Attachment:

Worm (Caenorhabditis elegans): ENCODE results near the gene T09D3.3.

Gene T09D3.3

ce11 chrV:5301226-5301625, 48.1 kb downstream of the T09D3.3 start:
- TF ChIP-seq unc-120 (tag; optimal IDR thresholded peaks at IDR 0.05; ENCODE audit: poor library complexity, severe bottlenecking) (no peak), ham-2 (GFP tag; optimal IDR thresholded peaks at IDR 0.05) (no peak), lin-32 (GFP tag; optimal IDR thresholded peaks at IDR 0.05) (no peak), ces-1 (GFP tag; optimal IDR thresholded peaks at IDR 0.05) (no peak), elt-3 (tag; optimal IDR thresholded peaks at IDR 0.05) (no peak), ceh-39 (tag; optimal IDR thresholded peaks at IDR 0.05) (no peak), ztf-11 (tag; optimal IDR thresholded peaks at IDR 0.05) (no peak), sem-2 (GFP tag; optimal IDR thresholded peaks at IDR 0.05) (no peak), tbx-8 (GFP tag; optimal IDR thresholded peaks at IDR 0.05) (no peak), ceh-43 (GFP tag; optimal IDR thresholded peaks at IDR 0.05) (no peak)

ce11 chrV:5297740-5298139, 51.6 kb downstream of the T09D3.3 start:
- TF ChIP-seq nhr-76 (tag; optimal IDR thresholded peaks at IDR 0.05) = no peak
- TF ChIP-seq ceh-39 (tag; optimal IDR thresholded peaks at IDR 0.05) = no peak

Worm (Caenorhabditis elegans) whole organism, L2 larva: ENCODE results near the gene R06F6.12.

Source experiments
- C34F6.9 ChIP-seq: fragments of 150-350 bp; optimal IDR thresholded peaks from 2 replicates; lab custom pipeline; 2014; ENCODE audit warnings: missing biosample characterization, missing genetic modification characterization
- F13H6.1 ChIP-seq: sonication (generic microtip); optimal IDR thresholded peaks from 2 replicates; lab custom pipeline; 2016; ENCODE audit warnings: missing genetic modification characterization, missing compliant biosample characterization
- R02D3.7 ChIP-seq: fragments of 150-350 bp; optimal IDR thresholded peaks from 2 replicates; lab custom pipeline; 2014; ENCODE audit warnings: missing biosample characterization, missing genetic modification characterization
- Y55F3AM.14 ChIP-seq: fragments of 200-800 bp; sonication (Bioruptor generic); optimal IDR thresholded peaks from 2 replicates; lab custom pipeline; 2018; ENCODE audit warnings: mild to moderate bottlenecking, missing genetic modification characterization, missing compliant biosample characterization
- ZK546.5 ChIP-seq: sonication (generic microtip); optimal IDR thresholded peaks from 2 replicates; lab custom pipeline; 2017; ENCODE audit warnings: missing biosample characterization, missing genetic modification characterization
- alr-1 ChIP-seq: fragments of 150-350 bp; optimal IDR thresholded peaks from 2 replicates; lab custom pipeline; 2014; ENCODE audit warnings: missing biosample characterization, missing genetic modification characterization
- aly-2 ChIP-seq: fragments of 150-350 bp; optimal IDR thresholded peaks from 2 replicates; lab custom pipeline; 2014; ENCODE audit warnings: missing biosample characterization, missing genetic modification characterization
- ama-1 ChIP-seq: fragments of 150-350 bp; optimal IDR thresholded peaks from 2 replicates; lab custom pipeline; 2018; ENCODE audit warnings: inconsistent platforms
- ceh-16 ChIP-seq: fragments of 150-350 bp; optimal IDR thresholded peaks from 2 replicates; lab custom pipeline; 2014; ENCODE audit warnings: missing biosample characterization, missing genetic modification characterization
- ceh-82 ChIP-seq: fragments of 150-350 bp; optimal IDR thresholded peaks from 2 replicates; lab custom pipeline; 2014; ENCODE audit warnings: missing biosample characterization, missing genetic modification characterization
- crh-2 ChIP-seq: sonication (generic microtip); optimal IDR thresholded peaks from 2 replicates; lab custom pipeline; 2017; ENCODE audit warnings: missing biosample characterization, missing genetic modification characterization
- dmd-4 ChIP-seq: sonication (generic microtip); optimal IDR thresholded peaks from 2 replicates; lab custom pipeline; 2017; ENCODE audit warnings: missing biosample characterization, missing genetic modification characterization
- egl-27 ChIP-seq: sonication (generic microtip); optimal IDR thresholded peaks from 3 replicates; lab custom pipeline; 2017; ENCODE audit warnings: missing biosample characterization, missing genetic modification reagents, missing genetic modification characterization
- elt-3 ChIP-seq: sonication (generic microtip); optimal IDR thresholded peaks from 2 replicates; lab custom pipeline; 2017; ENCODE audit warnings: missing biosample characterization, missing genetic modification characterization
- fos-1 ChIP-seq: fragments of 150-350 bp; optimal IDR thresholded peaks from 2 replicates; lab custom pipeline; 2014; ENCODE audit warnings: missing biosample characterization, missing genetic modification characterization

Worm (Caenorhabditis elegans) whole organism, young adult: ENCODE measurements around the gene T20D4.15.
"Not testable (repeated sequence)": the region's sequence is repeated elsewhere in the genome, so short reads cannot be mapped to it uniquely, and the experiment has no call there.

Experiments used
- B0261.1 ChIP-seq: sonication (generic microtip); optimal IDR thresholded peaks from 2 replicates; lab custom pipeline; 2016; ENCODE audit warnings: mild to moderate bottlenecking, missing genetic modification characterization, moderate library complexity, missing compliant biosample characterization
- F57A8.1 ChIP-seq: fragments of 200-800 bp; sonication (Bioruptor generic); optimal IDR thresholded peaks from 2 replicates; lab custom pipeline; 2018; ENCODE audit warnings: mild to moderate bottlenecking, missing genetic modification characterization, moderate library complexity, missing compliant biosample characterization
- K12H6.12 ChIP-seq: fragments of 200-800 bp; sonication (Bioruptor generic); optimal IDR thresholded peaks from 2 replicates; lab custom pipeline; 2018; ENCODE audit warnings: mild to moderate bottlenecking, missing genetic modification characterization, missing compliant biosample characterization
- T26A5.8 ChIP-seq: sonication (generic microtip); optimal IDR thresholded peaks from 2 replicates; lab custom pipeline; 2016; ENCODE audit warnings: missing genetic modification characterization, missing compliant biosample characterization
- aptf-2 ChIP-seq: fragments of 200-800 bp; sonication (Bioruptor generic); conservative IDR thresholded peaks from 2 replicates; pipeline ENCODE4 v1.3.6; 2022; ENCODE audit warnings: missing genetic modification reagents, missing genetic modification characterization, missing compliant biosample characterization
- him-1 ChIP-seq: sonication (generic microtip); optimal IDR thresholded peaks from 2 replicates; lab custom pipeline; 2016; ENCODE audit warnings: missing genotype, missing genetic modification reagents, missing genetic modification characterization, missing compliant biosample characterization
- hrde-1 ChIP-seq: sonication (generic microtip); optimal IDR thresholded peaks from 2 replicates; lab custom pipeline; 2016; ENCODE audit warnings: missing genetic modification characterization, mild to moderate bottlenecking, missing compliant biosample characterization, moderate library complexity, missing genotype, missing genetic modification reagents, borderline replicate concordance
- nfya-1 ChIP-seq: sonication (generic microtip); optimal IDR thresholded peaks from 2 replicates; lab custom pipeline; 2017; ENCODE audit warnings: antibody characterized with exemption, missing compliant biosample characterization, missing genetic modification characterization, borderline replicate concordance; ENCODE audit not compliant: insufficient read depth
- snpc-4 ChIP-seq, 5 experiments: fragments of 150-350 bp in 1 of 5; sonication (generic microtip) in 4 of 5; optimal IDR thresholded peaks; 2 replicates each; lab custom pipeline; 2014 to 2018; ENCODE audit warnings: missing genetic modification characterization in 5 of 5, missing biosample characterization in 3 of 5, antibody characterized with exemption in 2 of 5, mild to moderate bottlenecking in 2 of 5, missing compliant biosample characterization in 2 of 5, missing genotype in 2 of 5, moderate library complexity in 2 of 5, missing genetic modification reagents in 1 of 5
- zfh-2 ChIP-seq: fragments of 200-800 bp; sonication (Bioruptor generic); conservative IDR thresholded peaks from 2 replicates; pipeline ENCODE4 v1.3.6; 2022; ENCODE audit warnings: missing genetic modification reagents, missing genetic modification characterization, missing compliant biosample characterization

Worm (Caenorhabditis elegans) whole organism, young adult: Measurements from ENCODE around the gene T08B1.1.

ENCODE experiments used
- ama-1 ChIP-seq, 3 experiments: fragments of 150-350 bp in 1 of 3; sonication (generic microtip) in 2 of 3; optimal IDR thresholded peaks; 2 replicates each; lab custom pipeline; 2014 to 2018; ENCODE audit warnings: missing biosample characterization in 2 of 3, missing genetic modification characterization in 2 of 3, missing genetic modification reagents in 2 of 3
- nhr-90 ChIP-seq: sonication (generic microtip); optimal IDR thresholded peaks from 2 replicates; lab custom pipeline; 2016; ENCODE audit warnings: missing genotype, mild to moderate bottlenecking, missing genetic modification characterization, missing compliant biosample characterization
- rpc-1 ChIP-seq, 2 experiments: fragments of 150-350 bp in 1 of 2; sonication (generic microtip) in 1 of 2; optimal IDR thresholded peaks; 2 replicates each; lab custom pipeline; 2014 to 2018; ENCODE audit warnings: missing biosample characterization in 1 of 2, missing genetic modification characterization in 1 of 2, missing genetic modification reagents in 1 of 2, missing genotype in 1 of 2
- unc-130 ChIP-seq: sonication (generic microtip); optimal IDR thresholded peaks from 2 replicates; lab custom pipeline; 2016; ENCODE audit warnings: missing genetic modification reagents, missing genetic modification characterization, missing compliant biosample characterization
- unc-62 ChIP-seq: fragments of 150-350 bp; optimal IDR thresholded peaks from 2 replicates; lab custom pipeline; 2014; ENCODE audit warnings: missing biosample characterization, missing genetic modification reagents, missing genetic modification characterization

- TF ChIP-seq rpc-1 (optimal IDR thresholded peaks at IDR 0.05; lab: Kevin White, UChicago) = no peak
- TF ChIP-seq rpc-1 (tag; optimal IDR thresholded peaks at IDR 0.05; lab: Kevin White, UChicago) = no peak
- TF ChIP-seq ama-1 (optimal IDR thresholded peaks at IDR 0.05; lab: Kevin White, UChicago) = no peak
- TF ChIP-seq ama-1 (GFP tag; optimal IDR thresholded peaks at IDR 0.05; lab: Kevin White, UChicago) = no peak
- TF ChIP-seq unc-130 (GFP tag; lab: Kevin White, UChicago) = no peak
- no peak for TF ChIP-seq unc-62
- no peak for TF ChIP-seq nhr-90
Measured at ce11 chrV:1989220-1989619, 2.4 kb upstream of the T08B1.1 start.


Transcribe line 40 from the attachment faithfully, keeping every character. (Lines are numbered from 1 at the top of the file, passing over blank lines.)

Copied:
- ama-1 ChIP-seq, 3 experiments: fragments of 150-350 bp in 1 of 3; sonication (generic microtip) in 2 of 3; optimal IDR thresholded peaks; 2 replicates each; lab custom pipeline; 2014 to 2018; ENCODE audit warnings: missing biosample characterization in 2 of 3, missing genetic modification characterization in 2 of 3, missing genetic modification reagents in 2 of 3